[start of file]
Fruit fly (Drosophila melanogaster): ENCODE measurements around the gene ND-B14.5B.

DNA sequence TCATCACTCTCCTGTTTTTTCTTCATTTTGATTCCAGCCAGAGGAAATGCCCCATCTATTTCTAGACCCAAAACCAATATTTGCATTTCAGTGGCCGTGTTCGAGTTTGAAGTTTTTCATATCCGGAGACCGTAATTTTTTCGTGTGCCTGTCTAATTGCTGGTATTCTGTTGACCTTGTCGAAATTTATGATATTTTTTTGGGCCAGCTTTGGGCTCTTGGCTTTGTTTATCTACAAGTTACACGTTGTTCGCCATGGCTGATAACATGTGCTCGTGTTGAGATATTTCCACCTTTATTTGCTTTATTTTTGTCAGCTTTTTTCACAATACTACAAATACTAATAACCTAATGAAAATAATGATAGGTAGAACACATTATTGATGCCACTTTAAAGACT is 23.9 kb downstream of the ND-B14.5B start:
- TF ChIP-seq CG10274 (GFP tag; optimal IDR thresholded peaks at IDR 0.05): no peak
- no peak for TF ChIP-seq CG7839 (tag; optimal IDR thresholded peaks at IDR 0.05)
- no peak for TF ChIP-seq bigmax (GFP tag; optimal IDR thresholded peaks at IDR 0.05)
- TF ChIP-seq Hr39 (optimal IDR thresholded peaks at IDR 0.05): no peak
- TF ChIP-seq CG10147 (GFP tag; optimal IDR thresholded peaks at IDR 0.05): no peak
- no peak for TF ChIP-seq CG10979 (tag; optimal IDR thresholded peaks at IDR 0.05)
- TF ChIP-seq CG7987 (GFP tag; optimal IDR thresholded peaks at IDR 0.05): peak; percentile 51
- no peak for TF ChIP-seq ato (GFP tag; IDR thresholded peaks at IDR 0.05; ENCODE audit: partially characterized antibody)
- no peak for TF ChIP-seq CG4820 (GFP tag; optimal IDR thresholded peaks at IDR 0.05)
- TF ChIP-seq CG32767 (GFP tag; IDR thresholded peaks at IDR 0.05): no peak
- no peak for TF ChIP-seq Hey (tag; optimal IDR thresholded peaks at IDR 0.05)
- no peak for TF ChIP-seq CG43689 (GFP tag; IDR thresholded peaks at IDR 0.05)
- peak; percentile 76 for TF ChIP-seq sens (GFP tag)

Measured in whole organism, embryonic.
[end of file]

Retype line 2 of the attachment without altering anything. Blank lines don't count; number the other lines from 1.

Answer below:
DNA sequence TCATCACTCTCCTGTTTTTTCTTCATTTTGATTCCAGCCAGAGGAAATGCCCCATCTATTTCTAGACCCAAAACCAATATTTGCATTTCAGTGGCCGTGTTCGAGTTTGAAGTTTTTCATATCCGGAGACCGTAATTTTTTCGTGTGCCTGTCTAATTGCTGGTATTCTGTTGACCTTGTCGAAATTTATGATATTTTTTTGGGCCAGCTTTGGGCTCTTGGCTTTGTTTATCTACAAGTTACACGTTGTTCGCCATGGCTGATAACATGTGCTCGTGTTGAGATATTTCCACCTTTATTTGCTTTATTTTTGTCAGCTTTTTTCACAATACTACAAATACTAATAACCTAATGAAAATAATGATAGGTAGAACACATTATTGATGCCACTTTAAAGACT is 23.9 kb downstream of the ND-B14.5B start: